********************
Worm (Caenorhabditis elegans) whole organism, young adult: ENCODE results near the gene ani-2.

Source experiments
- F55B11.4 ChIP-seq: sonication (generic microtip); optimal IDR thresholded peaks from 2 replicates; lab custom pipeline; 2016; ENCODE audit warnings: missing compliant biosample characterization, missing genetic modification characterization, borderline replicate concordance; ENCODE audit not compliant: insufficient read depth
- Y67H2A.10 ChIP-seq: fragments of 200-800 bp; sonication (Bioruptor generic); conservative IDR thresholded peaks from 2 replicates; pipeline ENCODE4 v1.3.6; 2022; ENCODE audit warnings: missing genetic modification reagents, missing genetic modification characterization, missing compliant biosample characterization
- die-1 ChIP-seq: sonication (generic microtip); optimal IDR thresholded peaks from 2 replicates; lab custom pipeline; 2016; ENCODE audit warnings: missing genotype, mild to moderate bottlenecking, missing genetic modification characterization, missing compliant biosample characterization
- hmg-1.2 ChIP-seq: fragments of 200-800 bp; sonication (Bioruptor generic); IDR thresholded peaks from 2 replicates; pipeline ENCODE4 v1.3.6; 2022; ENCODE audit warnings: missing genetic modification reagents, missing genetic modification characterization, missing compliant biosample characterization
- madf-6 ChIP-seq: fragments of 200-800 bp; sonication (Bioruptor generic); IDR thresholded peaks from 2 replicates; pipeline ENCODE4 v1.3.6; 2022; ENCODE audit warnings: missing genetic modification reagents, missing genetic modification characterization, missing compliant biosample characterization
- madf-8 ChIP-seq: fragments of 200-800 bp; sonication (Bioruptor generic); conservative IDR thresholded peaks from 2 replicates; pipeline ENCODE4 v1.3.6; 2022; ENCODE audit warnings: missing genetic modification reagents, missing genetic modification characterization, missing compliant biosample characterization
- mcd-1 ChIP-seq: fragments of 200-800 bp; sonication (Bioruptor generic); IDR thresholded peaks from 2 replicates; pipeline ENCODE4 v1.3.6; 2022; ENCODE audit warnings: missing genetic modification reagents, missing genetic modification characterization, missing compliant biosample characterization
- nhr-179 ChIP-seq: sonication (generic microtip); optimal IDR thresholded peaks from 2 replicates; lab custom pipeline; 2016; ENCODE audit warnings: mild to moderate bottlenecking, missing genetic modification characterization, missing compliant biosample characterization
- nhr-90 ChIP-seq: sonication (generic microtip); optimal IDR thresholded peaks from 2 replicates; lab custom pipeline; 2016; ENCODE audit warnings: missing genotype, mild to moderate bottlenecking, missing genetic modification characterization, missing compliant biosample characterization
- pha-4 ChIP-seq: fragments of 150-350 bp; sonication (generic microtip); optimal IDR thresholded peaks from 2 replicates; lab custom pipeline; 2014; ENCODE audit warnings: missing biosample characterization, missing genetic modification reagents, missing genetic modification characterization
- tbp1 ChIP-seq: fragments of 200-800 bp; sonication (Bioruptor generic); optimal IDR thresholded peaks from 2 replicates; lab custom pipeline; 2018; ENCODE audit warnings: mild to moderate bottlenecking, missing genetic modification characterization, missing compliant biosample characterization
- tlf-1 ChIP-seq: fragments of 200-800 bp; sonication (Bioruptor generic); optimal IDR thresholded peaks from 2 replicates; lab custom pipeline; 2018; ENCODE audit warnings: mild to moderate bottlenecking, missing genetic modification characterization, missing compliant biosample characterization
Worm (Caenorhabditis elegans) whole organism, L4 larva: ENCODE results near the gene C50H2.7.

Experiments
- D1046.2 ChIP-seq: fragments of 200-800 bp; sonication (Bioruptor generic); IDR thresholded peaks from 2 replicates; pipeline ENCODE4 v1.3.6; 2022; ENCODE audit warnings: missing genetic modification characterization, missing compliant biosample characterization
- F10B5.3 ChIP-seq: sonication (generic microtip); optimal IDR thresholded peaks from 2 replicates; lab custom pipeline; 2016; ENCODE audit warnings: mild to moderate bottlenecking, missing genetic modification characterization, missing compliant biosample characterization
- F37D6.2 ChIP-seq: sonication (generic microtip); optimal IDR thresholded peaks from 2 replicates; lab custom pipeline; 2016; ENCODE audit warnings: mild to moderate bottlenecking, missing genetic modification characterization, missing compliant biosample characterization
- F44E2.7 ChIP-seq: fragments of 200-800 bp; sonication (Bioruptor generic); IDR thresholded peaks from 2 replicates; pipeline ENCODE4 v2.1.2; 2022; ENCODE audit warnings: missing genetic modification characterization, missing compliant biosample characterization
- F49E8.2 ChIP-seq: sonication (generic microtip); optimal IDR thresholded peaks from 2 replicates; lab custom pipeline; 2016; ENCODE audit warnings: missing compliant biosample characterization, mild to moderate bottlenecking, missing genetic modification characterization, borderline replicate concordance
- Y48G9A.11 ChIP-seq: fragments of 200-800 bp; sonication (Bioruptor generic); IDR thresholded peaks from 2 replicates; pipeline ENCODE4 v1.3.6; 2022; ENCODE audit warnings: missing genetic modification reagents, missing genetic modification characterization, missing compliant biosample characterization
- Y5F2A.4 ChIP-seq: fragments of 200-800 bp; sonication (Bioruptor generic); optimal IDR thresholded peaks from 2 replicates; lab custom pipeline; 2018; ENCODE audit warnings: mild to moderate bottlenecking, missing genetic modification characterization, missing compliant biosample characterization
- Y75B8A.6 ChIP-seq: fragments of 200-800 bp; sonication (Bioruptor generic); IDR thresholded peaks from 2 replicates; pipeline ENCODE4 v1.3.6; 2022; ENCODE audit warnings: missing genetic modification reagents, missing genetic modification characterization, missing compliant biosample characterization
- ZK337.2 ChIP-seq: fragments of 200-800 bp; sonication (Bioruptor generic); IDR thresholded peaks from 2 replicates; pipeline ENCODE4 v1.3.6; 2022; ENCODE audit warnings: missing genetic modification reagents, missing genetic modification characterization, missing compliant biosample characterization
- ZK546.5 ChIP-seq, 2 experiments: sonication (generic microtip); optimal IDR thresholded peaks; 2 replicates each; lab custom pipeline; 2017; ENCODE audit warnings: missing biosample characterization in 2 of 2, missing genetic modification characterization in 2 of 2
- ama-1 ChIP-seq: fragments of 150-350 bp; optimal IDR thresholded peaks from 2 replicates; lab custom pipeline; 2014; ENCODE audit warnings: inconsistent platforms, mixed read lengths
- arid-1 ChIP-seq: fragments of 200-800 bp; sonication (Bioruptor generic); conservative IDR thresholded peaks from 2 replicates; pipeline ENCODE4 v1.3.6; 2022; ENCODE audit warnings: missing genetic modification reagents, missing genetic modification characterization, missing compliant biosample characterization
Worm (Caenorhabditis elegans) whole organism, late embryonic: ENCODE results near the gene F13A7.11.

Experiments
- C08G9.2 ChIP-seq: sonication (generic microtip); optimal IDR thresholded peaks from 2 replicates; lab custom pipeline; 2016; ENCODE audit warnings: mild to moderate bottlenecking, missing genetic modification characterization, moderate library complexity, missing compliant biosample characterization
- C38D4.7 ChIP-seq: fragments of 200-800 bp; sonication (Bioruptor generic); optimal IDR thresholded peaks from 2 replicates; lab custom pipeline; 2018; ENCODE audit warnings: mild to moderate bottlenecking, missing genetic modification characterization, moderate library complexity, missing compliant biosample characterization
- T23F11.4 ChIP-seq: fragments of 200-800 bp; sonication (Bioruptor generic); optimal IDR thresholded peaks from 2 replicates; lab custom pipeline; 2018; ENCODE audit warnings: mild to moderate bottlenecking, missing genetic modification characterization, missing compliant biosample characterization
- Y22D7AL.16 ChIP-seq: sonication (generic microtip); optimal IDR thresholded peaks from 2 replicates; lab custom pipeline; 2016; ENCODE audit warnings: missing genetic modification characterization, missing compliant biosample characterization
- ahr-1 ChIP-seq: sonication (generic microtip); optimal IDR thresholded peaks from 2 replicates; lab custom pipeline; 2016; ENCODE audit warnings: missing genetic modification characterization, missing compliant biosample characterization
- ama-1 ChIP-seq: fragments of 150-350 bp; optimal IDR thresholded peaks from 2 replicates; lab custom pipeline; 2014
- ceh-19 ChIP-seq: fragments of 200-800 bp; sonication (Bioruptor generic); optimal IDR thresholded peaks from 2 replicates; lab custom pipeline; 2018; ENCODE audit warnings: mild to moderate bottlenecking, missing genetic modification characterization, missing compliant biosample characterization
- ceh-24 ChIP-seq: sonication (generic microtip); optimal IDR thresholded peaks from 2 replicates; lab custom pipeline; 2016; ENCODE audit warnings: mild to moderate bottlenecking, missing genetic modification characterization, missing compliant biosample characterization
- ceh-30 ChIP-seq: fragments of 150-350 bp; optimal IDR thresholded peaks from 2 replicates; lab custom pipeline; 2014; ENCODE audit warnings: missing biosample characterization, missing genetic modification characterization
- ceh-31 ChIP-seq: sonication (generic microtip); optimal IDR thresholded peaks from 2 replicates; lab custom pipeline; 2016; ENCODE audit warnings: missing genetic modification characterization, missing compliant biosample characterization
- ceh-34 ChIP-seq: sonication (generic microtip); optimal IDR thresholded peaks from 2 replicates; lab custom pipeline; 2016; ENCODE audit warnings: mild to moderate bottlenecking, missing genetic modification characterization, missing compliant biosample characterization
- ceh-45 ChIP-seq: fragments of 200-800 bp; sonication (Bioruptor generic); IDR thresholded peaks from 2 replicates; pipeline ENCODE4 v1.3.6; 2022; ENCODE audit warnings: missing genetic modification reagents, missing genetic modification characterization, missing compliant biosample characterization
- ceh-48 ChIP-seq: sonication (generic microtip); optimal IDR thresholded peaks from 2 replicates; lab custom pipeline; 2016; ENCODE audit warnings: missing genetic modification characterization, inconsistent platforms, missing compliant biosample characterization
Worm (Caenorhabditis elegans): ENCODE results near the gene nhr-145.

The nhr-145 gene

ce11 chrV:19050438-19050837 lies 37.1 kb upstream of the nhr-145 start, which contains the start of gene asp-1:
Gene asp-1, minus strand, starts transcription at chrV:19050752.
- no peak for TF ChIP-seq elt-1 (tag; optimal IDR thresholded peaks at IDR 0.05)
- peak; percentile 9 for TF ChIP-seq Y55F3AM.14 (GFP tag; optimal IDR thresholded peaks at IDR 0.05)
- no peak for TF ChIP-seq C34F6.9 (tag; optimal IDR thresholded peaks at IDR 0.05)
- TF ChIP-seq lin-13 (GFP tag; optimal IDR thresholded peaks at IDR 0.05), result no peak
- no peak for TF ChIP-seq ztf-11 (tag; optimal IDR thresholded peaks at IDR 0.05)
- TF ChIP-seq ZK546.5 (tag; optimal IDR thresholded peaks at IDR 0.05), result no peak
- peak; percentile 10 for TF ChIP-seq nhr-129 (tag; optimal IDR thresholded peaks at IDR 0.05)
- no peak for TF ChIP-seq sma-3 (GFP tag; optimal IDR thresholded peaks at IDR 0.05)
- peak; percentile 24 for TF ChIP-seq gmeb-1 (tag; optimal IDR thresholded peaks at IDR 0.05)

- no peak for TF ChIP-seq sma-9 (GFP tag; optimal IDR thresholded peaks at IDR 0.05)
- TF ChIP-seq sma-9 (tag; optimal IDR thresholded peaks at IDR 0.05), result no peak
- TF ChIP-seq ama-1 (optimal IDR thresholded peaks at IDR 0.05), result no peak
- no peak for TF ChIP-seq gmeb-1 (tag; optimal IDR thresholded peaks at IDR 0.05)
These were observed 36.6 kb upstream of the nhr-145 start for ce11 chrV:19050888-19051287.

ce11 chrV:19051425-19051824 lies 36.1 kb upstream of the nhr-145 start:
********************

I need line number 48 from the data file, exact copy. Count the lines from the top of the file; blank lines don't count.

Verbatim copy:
- no peak for TF ChIP-seq elt-1 (tag; optimal IDR thresholded peaks at IDR 0.05)